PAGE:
Among the needles of sea urchins, small marine dwellers often settle, and needles save them from enemies. But some “tenants” do great damage to the sea urchins themselves. So, for example, some species of marine mollusks settle on the hedgehog body in huge groups, not allowing the needles to grow; They lay eggs, attaching them to needles, and small, newly-born mollusks gnaw through the hedgehog’s shell and feed on its body, causing thereby irreparable harm to it.
Sea urchins have other enemies, from which even long sharp needles can not save them: lobsters, fish, birds, seals, stars and sea otters. Watching the sea otter catching a hedgehog is very interesting. There are two scenarios for the development of events. According to the first, the sea otter grabs the hedgehog with its forepaws, turns it long in algae until the needles cover with a layer of algae, and then eats.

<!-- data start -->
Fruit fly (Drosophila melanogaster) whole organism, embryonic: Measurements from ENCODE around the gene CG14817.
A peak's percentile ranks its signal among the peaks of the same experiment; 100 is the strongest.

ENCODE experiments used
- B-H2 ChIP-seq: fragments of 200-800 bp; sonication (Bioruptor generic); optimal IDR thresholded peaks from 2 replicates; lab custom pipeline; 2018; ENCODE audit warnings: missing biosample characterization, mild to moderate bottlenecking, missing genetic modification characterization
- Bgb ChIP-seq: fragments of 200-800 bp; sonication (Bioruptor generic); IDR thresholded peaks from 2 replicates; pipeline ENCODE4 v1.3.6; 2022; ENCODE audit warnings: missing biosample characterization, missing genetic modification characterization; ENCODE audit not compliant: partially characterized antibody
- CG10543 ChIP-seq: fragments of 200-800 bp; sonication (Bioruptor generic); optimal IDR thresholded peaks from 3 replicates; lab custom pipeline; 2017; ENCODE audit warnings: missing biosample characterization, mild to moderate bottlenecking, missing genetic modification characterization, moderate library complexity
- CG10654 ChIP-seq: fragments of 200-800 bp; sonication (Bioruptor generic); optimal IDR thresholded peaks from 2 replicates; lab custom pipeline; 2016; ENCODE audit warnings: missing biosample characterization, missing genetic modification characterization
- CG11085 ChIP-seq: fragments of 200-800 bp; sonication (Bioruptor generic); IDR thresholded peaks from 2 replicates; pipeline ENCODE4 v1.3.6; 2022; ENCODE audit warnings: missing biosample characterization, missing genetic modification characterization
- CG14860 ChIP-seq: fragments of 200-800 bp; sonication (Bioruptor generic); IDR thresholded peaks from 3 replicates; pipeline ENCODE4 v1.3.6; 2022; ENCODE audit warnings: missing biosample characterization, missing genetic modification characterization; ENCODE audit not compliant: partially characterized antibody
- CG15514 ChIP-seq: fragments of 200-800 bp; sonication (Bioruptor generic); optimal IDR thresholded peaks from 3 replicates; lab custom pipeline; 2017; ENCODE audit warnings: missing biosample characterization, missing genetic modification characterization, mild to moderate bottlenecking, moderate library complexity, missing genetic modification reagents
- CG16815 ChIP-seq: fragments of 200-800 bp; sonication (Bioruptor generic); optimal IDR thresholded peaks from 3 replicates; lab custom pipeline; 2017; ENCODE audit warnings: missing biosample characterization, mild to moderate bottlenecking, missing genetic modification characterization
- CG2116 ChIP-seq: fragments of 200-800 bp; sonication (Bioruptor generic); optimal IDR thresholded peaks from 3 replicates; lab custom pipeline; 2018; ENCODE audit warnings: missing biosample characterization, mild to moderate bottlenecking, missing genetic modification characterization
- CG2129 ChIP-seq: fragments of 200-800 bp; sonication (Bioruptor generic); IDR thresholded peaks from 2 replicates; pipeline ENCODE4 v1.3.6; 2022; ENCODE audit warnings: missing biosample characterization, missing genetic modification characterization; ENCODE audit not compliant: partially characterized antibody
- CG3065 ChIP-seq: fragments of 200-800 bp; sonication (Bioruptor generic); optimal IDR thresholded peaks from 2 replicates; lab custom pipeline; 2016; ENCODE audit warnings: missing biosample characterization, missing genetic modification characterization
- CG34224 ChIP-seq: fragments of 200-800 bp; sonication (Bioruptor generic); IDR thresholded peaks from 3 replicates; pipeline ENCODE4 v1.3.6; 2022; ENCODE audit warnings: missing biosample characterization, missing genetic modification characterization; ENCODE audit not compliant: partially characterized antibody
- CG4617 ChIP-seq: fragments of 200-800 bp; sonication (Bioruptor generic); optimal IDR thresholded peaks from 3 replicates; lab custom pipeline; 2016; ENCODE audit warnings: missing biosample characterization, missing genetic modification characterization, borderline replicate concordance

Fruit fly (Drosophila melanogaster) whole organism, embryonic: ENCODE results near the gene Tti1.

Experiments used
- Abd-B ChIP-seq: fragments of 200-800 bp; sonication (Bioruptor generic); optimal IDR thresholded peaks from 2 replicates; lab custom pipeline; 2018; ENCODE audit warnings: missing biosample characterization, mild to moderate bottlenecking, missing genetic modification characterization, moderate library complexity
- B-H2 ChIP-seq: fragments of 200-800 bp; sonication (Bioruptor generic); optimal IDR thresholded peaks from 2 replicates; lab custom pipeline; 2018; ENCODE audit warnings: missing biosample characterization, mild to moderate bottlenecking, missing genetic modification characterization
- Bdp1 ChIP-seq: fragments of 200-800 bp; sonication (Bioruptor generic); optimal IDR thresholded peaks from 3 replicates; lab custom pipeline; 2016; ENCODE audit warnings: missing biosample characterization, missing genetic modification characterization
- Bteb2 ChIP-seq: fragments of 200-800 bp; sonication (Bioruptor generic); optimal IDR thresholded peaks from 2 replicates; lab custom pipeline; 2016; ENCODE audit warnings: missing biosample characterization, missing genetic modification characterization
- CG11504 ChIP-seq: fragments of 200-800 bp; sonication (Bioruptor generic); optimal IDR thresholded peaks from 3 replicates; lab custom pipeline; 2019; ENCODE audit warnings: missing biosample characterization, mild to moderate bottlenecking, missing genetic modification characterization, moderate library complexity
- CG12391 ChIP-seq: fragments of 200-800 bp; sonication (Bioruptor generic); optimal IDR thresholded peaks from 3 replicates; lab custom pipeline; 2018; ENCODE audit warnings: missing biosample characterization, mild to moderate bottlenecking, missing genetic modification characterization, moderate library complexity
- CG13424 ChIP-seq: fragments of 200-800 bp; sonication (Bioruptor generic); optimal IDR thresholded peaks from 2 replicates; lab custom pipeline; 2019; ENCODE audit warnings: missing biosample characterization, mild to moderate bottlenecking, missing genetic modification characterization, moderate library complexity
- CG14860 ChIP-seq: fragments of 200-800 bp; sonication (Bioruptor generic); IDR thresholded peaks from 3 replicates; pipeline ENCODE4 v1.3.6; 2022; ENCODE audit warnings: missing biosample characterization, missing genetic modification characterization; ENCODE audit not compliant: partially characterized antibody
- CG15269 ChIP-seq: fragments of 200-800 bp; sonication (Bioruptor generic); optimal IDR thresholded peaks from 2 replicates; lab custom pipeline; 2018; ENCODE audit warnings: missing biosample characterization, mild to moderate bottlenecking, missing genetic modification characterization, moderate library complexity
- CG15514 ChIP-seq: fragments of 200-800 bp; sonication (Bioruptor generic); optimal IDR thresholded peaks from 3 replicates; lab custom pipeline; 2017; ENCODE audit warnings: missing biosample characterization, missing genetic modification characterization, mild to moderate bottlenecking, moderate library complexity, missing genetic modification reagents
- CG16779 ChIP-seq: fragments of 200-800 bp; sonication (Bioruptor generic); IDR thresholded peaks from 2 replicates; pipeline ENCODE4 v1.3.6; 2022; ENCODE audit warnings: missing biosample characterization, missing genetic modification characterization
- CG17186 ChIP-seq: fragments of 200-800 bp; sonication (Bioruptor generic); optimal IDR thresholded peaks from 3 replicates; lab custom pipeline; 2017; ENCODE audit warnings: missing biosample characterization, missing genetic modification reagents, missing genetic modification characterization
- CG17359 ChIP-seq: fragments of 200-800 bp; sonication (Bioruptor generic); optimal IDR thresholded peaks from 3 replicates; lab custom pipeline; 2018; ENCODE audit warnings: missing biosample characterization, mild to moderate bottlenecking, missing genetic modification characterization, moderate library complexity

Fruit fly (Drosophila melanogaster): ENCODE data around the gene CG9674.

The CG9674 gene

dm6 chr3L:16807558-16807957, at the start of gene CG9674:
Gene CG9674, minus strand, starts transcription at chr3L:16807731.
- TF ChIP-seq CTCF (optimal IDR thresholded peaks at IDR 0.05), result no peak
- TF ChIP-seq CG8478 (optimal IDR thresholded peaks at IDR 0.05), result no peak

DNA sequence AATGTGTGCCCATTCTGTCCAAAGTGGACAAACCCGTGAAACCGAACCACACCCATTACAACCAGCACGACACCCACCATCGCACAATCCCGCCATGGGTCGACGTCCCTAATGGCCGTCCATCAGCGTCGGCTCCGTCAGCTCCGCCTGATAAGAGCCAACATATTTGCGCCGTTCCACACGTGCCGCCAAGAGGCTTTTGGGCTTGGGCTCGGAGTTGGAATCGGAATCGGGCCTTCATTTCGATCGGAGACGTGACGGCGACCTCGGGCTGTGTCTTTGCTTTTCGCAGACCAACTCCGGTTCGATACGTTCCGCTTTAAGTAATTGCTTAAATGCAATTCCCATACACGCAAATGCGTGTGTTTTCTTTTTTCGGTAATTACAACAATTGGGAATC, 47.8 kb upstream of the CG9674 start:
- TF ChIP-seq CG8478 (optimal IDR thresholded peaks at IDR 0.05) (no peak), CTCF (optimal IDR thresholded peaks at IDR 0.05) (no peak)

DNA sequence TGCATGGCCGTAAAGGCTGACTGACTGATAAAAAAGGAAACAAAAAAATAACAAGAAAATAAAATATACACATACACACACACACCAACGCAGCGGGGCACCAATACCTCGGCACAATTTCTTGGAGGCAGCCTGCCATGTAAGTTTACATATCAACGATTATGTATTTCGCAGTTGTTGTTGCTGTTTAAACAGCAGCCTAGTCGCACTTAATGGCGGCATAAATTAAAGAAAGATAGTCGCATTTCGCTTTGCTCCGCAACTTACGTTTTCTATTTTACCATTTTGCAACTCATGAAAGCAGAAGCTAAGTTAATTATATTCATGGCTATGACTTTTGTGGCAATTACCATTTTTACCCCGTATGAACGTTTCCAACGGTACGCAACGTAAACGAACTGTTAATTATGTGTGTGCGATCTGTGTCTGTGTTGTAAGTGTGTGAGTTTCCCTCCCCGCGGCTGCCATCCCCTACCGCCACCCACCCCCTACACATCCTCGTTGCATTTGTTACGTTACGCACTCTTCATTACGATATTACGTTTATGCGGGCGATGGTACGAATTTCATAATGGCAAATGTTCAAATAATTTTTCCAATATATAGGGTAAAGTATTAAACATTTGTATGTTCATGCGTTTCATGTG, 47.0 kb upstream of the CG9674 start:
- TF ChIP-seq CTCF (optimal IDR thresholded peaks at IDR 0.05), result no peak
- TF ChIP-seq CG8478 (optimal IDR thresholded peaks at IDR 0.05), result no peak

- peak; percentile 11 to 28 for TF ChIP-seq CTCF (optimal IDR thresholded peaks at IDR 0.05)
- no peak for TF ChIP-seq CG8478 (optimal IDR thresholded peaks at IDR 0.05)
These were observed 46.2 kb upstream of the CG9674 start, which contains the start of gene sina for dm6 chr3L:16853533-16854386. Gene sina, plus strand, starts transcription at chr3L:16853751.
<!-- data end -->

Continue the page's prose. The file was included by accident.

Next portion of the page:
If there are no such nearby, the sea otter finds a stone, lies belly up in the water, puts the hedgehog on his chest and beats the stone until the shell bursts. And sea otters are so fond of hedgehogs that they eat a huge amount. From this, all internal organs are colored violet – the color of the pigment of sea urchins.
Sea urchins benefit their habitats: they absorb carbon dioxide and reduce the level of radiation.
Divers should remember that a hedgehog can be dangerous to humans. In habitats of hedgehogs, there is always a danger of stepping on some representative of echinoderms. If it turns out to be non-toxic, the person will only have to undergo a very painful procedure to remove the needles from the leg. And if the hedgehog is supplied with poisonous needles, then the matter may end badly, because the poison causes paralysis, difficulty breathing and cardiac arrest.